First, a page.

Posted by: JDM..... | September 5, 2016

Public servants have a choice…

They can lead, or the people will ….

Law enforcement officers have many tools at their disposal for the wide variety of situations they may find themselves in at any given time. Some of those situations may be dangerous or life threatening, some are not, but all must be approached with an awareness of that potential. While keeping in mind that various representatives of the media have their own perspectives and agendas, some incidents that we see on the news clearly show interactions with the public that seem to violate the limits of common sense and necessity. It is difficult to defend pepper spraying an 84 year old woman, or Tasing someone simply because they fail to follow an officer’s orders, which may be yelled in a threatening and traumatizing manner. Certainly, in the science of achieving rapid control of dangerous situations and dangerous people, the “shock and awe” ploy is highly effective and probably saves lives. As a former substance abuse counselor and staff member on a psychiatric unit, I have used the verbal components of the technique myself to distract and gain control. What seems to be missing in those incidents when the behavior of the police tends to raise eyebrows, however, is reasonable restraint on the part of the officers.

I suspect the propensity for the pile on first and assess later approach is due to a combination of culture, training, and the absence of consequences for actions that exceed certain limits that would undoubtedly result in prosecution for a civilian.

Simply reaching for the service weapon or Taser when an addled octogenarian or a non-threatening secondary party fails to “sit-down-turn-around-get-on-the-ground-walk-backwards-show-me-your-hands” in a timely manner is unjustifiable.

Adrenaline is a powerful force, opening a direct line to our most basic and primitive survival instincts. Much has been said about the need for law enforcement personnel to be extraordinarily aware of this and to develop procedures for preventing the phenomenon from affecting behavior in their interactions with both the offending and non offending public. I seriously doubt if any of these officers would Tase one of their own children for failing to obey with military precision. That example is not as ridiculous as it may sound to some. I recall an educational film from my Behavioral Health days that told the story of a Marine officer that was unable to change roles when he was at home and how his demeanor and conduct affected family members and the family as a unit.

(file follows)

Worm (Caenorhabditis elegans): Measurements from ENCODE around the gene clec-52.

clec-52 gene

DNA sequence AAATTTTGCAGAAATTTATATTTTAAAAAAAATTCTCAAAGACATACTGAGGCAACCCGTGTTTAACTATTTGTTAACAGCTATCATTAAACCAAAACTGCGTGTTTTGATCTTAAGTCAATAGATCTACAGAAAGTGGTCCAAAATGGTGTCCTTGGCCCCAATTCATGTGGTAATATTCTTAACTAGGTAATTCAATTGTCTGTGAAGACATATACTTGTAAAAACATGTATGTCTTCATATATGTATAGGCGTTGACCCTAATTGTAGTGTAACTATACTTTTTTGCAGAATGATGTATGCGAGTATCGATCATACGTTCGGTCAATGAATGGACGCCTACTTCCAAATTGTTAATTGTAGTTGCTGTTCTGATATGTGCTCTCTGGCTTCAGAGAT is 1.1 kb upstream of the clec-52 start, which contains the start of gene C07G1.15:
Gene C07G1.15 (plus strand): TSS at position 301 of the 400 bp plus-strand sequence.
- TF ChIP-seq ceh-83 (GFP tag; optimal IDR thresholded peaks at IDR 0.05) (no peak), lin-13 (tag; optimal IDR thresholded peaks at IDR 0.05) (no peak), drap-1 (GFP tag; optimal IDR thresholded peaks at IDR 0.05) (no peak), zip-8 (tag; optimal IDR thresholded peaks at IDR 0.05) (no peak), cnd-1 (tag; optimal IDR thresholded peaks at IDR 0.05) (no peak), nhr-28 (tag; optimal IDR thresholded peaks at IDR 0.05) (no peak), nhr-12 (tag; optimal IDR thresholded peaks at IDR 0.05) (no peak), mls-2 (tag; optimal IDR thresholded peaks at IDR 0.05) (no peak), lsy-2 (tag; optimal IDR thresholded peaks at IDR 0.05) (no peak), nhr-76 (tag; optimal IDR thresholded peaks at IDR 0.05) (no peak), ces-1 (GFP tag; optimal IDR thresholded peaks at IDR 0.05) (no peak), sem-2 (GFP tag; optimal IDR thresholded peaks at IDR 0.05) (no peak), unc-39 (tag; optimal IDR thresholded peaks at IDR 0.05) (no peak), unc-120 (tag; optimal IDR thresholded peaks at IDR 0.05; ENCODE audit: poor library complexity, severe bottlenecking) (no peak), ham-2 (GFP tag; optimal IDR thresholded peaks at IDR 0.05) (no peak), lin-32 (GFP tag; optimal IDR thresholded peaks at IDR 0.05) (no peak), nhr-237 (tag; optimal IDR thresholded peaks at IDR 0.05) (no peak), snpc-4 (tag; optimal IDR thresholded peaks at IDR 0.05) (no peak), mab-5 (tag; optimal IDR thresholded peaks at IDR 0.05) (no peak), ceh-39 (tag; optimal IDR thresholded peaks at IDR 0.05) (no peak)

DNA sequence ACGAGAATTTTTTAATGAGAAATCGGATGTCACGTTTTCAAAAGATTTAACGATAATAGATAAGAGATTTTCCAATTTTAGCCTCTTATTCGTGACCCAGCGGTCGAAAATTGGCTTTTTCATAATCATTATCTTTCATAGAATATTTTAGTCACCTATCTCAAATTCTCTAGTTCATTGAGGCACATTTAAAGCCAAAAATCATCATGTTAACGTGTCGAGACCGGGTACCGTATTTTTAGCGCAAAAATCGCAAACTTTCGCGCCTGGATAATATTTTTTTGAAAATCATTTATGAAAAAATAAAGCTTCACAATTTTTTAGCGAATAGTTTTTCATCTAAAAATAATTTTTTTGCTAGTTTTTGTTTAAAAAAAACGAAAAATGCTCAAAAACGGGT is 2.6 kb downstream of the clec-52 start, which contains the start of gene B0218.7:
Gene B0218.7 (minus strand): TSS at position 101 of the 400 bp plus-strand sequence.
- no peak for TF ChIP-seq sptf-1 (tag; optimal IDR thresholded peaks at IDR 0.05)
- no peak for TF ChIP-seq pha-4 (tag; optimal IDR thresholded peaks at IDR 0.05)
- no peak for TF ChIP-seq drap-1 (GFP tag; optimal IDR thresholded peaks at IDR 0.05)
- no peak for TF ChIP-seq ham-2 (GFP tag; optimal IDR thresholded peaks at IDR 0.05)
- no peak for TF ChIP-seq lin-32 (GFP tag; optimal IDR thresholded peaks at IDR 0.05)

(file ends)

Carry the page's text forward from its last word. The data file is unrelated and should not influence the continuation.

When a police officer gets a call and heads for the scene, he or she references a vast mental library of training and experiential learning to pre-assess the situation, and, when arriving on scene, has to reassess and prioritize responses and intervention options. This is, or should be, a major part of the training they receive, and it should be an unending process of regular retraining to keep it fresh. While there are significant differences between a police officer’s job and the ones I did, my experiences on the psychiatric unit and some of those encountered by police officers do share some things in common. Whenever we entered a new space, we consciously assessed the environment and the people in it. This was even more acute when summoned to an incident. Appropriate interventions needed to be second nature to us. However, If I had thrown an unruly or disruptive patient to the ground and repeatedly beaten him or her into submission, I would still be in prison, and rightly so. Yet we hear of such actions by police officers on a regular basis. Some incidents are even captured on video. Departments invariably jump to the defense of officers involved, almost as a matter of normal procedure, and either deliver an empty “We’re looking into it,” or state that the officers were justified in their actions. Horse manure. If anything, police officers should be held to a higher standard, not given a pass.

How do we change this? By “we” I really mean you, me, and every other concerned person in any given community. We need to be aware, observe, ask questions, participate in local meetings or government, and insist on the establishment of appropriate standards along with review and response procedures for incidents where those standards are not met or are violated. Training often hits the cutting room floor when budget time rolls around. This must be assessed and corrected. When one is dealing with human lives, training is indispensible.